Tuesday, December 13, 2011

Youth Soccer: What does it take to play D1 college soccer?

What does it take to play D1 college soccer?


  1. Skills - absolutely, D1 college players are among the best of the best.
  2. Speed - yes, soccer is a super fast game especially at the D1 level.
  3. Determination - yes, you've got to want it because there are plenty of players who will try to take it from you.
  4. Perseverance - yes, every career has ups and downs. Only the strong-minded survive.
  5. Toughness - yes you need both mental and physical toughness.
  6. Heart - yes, the desire to play has to run deep.
  7. Support - yes, you need people who believe in you
  8. A chance - yes, you need to get noticed.
  9. Size - no, not necessarily, but toughness is a must.
  10. Playing time in HS - no, apparently not. Some kids are late bloomers.
  11. Success at college showcase club tournaments - no, apparently not.


This story proves that all of the above is correct.
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I was the head soccer coach for my older son's team when he was U10 to U13. The team I coached was the B team in a competitive select / travel soccer club. The A team was dominant. Every year, we would have a tryout and the A team coach would take the top 15 players. I took whoever was left.

The club was strong so, we had a few strong players on the B team. We also had kids with potential. Some of the kids had skills but no real burning desire. Some of the kids had loads of desire, but limited skills. Some kids were confident in their abilities and others lacked confidence. It was the job of the coaching staff to inspire and teach each kid and help them advance in the sport.

The coaching staff consisted of 1) a former Brazilian soccer pro who worked with the team on technical skills, 2) a former college coach who worked with the team on the tactical aspects of the game, 3) an affable, assistant coach with a passion for the sport and 4) me, a D licensed coach.

I think that we did a fairly good job. A few of our kids were promoted to the A team and eventually played significant roles on their HS teams. I always felt a sense of pride when the players from our team were highlighted in a HS soccer game recap in the local newspaper.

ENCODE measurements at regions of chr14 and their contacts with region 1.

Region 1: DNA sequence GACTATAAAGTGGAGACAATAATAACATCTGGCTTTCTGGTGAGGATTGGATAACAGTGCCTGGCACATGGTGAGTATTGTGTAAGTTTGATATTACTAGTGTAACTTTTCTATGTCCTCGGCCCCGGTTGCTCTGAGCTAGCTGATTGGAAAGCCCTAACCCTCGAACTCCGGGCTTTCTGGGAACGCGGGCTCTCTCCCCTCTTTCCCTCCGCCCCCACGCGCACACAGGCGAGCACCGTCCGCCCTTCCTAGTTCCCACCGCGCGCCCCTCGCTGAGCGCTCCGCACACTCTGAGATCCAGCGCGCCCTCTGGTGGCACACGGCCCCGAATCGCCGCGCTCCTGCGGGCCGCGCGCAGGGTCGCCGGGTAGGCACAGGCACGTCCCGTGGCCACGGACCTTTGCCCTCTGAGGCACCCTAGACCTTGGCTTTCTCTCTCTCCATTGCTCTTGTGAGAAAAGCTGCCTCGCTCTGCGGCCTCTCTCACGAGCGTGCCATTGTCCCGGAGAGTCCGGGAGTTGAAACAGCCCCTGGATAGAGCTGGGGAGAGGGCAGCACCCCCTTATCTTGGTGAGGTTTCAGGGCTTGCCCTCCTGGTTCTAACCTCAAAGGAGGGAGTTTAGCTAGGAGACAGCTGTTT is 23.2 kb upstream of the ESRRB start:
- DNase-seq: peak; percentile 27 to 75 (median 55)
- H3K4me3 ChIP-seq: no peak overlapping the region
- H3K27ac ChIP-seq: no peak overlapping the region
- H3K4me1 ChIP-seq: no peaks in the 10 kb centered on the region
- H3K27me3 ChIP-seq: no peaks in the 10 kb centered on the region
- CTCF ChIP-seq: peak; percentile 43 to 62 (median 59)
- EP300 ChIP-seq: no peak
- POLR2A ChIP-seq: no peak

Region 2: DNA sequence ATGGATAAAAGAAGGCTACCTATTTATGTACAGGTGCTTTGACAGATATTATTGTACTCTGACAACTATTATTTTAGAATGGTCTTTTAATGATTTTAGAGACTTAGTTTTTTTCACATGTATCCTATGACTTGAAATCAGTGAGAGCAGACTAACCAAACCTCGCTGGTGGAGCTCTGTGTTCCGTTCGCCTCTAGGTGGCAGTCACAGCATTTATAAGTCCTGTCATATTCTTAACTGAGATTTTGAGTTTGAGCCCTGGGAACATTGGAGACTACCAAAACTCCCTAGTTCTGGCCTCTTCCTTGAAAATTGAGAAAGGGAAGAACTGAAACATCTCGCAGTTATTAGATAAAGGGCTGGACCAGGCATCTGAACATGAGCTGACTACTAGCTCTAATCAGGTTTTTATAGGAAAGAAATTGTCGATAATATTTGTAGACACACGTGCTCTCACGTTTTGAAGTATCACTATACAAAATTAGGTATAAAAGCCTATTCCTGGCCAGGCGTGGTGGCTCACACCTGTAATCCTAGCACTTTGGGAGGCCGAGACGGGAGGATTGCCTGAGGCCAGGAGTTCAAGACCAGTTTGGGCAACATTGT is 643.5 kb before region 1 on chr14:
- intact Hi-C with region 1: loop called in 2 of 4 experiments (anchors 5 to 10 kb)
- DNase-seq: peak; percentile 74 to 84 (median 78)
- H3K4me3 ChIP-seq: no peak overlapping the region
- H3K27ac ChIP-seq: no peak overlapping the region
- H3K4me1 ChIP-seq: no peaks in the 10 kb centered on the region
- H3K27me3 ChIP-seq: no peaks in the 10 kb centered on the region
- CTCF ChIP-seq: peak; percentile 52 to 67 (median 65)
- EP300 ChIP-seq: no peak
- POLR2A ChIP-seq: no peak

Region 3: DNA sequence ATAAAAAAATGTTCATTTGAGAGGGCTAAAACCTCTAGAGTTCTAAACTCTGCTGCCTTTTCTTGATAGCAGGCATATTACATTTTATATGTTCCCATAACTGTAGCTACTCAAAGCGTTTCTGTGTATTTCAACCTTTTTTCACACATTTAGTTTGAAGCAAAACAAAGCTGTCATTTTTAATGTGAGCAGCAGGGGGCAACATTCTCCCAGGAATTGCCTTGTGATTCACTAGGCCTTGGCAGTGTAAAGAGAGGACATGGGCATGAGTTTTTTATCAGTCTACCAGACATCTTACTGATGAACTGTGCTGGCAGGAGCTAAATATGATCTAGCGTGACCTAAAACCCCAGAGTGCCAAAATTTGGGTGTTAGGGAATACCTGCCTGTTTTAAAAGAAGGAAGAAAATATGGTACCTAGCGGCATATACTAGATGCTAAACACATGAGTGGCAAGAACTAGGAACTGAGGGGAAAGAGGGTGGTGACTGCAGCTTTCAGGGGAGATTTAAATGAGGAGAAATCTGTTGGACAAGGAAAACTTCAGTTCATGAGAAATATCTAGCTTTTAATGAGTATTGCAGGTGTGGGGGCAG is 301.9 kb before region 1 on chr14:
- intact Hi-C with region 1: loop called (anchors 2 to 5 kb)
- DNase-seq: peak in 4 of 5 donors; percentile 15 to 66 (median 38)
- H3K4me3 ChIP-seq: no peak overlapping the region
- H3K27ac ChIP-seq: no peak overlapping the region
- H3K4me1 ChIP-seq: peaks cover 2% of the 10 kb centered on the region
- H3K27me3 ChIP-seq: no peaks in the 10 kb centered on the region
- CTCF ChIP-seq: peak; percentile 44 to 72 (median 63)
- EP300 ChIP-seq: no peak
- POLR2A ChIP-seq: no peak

Brian U10
One of my favorite players from our team was a great kid named Brian, the assistant coach's son. Brian was a skilled player who could play defense or offense. He was small, but what he lacked in size he more than made up for in hustle, heart and determination. Brian's endurance and fearlessness were strengths of his game. He never seemed to tire and he never backed down from bigger players. Regardless, I never saw Brian's name in any HS sports newspaper stories. According to his dad, Brian made his high school team but did not play much.

Brian did not let that deter him.
To keep improving in the sport he loved, he played every Sunday in a local pick up game against some really skilled adult soccer players from the area. The weekly games consisted of US players, who played in college and foreign players, who grew up with the game. With the encouragement of the older players, Brian played and improved his skills.

Brian (in white) playing in pick up games against
bigger and stronger and more experienced players

Well, Brian ended up going to a Big Ten school not to play soccer but to study Biology. He played intramural soccer. After an intramural game the 2nd week of school, a coach from the men's team called him over. He asked Brian if he wanted to train with a team's trainer with the possibility of being a walk on.

Brian, of course, accepted and for the next two months, he trained 4-5 hours a day, 6 days a week. The supervised training and nutritional program with structured meals of almost 5500 calories a day, helped Brian gain 17 pounds. Brian also improved his quickness and endurance (5 min miles).

To keep Brian motivated, the team did a smart thing, they let him sit on the bench during a few games.
He eventually started training with the team and played in a few scrimmages. He even started in a few friendlies over the last few weeks. His efforts on the field resulted in two goals and one assist. He was then offered an official roster spot on the team.

The Main Point

Don't let your kids give up on their sports dreams especially if they are willing to work hard and sacrifice to make them happen. Brian's story is not typical, but it just goes to show you that anything is possible.



4 comments:

  1. Really great story - and it highlights something that a college coach mentioned on an interview on the NSCAA podcast.

    Many players come into college soccer (and I'm sure every sport) with the expectation of immediate gratification. They start at the bottom, and do (briefly) something the coach told them to work on - and then expect to quickly move up to start. They've been conditioned by Mom and Dad that a little bit of work is all that is required, when the truth is it could be a long time before they see the outcome.

    Thanks for the post.

    ReplyDelete
  2. That's a great story. Brian loves the game & is willing to work to be the best that he can be. Also doesn't get deterred easily when things doesn't go his way. Didn't know you coached club soccer. My son (11) is in his first year of club soccer. 'A' team talent who is on the 'B' team. I call him a "B" boy and his teammates the "B" boys. It's been good for him. Gets a ton of playing time & because of his speed was forced to learn a position that I rarely played him at when I coached rec soccer. He's the featured striker. I used to play him primarily in the mid-field & at stopper.

    ReplyDelete
  3. Our muscles benefits a lot from participating in sports activities since they becomes more developed thus making us stronger with more power and force. So try to be on best college soccer teams.

    ReplyDelete

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